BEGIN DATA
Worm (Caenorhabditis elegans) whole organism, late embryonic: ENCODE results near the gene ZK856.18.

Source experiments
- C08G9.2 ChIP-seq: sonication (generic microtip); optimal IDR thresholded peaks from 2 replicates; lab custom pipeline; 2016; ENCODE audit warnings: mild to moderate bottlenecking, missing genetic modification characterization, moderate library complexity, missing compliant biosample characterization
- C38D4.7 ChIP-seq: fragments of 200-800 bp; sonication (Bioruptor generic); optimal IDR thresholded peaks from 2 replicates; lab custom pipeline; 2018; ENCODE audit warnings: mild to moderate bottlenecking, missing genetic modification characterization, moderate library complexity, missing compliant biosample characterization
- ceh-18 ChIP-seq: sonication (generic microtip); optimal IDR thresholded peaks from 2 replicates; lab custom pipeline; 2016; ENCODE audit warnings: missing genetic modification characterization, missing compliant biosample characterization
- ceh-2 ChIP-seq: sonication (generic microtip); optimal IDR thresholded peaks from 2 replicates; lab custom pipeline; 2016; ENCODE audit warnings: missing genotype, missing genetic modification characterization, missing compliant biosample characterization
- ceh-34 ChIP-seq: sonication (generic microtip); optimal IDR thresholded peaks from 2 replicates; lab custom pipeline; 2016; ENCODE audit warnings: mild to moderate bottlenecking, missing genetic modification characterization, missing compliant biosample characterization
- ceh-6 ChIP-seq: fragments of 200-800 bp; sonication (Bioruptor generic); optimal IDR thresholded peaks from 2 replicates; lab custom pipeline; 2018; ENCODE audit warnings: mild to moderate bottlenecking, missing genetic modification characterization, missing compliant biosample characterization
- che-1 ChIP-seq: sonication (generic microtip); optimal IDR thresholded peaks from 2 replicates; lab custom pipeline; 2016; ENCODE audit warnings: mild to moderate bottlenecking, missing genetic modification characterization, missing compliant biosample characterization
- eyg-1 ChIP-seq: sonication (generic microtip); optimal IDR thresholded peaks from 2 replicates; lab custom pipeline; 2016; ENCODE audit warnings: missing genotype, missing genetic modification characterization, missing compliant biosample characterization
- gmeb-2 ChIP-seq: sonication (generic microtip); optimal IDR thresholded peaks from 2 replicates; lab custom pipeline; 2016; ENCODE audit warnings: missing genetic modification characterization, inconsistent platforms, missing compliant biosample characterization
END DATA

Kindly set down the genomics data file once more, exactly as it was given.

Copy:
Worm (Caenorhabditis elegans) whole organism, late embryonic: ENCODE results near the gene ZK856.18.

Source experiments
- C08G9.2 ChIP-seq: sonication (generic microtip); optimal IDR thresholded peaks from 2 replicates; lab custom pipeline; 2016; ENCODE audit warnings: mild to moderate bottlenecking, missing genetic modification characterization, moderate library complexity, missing compliant biosample characterization
- C38D4.7 ChIP-seq: fragments of 200-800 bp; sonication (Bioruptor generic); optimal IDR thresholded peaks from 2 replicates; lab custom pipeline; 2018; ENCODE audit warnings: mild to moderate bottlenecking, missing genetic modification characterization, moderate library complexity, missing compliant biosample characterization
- ceh-18 ChIP-seq: sonication (generic microtip); optimal IDR thresholded peaks from 2 replicates; lab custom pipeline; 2016; ENCODE audit warnings: missing genetic modification characterization, missing compliant biosample characterization
- ceh-2 ChIP-seq: sonication (generic microtip); optimal IDR thresholded peaks from 2 replicates; lab custom pipeline; 2016; ENCODE audit warnings: missing genotype, missing genetic modification characterization, missing compliant biosample characterization
- ceh-34 ChIP-seq: sonication (generic microtip); optimal IDR thresholded peaks from 2 replicates; lab custom pipeline; 2016; ENCODE audit warnings: mild to moderate bottlenecking, missing genetic modification characterization, missing compliant biosample characterization
- ceh-6 ChIP-seq: fragments of 200-800 bp; sonication (Bioruptor generic); optimal IDR thresholded peaks from 2 replicates; lab custom pipeline; 2018; ENCODE audit warnings: mild to moderate bottlenecking, missing genetic modification characterization, missing compliant biosample characterization
- che-1 ChIP-seq: sonication (generic microtip); optimal IDR thresholded peaks from 2 replicates; lab custom pipeline; 2016; ENCODE audit warnings: mild to moderate bottlenecking, missing genetic modification characterization, missing compliant biosample characterization
- eyg-1 ChIP-seq: sonication (generic microtip); optimal IDR thresholded peaks from 2 replicates; lab custom pipeline; 2016; ENCODE audit warnings: missing genotype, missing genetic modification characterization, missing compliant biosample characterization
- gmeb-2 ChIP-seq: sonication (generic microtip); optimal IDR thresholded peaks from 2 replicates; lab custom pipeline; 2016; ENCODE audit warnings: missing genetic modification characterization, inconsistent platforms, missing compliant biosample characterization